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Planning North Park’s Future Homelessness challenges planning group as Community Plan Update enters final stages BY ANDREW DYER

After months of hearings and amendments, the updated North Park Community Plan is entering its final phases. While the update provides long-term guidance on zoning, parking and historic district designation, there are still challenges straining the community in the form of homelessness and near-homelessness. The Draft Program Environmental Impact Report, one of the last hurdles before approval, is undergoing a 45-day public review period ending on July 28. The North Park Planning Committee (NPCC) will again revisit the plan before moving it on to the Planning Commission and City Council in November. NPCC chair Vicki Granowitz said the committee has played a vital part in shaping the look of the neighborhood today and is thinking longterm with this update. “We’re a walkable, bikeable community,” she said. “We really need ways for people to be multi-modal.” Granowitz said new thinking about urban design and transportation influenced the update, but that diverting from car-centric 20th century planning is not easy. “We’ve endorsed cycle tracks for a variety of areas and they’re in the works,” she said. “SANDAG will be bringing projects to us improving the Upas bikeway and Georgia Street. Change is happening and some peo-

Vicki Granowitz, chair of the North Park Planning Committee, said it has played a vital role in shaping the look of North Park today.

ple are excited about it, other people just can’t imagine life without cars. It’s an interesting, exciting time for North Park.” Other improvements spearheaded by the NPPC are small but impactful improvements to streets, specifically street parking. “We’ve been involved in approving hundreds of parking spaces to be converted from parallel to head-in between El Cajon and University,” Granowitz said. “We got a green parking space taken out on Upas and 30th. Traffic flows more evenly now.” Development in North Park is influence by the NPPC and residents have long been vocal advocates for preserving the character of their neighborhood. Granowitz said she has been involved with several battles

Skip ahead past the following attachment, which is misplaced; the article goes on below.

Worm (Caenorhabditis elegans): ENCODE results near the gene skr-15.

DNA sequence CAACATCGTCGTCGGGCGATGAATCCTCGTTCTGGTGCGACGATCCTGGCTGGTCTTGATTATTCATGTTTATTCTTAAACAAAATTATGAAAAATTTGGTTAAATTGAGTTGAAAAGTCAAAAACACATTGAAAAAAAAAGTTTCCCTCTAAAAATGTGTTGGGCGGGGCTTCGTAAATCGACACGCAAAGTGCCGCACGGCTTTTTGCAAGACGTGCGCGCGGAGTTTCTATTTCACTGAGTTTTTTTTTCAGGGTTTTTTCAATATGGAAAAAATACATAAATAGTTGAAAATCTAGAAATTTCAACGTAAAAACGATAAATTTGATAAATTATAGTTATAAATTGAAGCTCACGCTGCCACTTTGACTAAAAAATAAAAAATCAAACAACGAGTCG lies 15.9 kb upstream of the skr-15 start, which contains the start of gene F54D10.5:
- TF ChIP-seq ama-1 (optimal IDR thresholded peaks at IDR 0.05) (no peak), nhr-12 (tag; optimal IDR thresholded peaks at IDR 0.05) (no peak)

with developers over the years, like in the mid-1990s when there was talk of converting the Lafayette Hotel into a homeless shelter. “People got up in arms over that,” she said. “We stopped them from tearing down the Georgia Street Bridge. We stopped this transitional housing thing. We stopped a Food4-Less from going in on University Avenue. We did all that before social media.” These fights, Granowitz said, sent San Diego developers a message: “You don’t mess around with North Park.” Homelessness is a more complex issue. In the 20 years since the fight over the future of the Lafayette Hotel, Granowitz said the homeless problem has gotten worse. “Exponentially worse,” she said. Large homeless populations downtown are pushing some into surrounding neighborhoods and North Park is not as equipped to handle them. “Parks are really being impacted,” Granowitz said. “We used to be able to put the sprinklers on at night and give our parks a break. The homeless would have to go someplace else. But with water rationing we don’t turn them on as a strategy.” One issue that many city officials like Granowitz point to is good Samaritans who feed the homeless. “We want (them) to get fed (and)

There have been several battles over the years, like in the mid-1990s when there was talk of converting the Lafayette Hotel into a homeless shelter.

there are appropriate feeding programs,” she said. “Right now people go out and just drop off food which often ends up creating trash. There’s plenty of food available.” Granowitz said she would like to see more done but there was not enough money. “If we had more funds we could do something like the Alpha Project to actually meet and get to know our homeless,” she said. “But all of that takes money and North Park is not CDBG eligible.” The Community Development Block Grant program (CDBG) is a federal program that allocates money to low-income areas to help house and provide services to vulnerable populations. North Park does not meet requirements for the program, Granowitz said. “Our income levels are higher than what would make us really eligible,” she said. “There’s pockets that do meet requirements but when you put that against other areas it is unlikely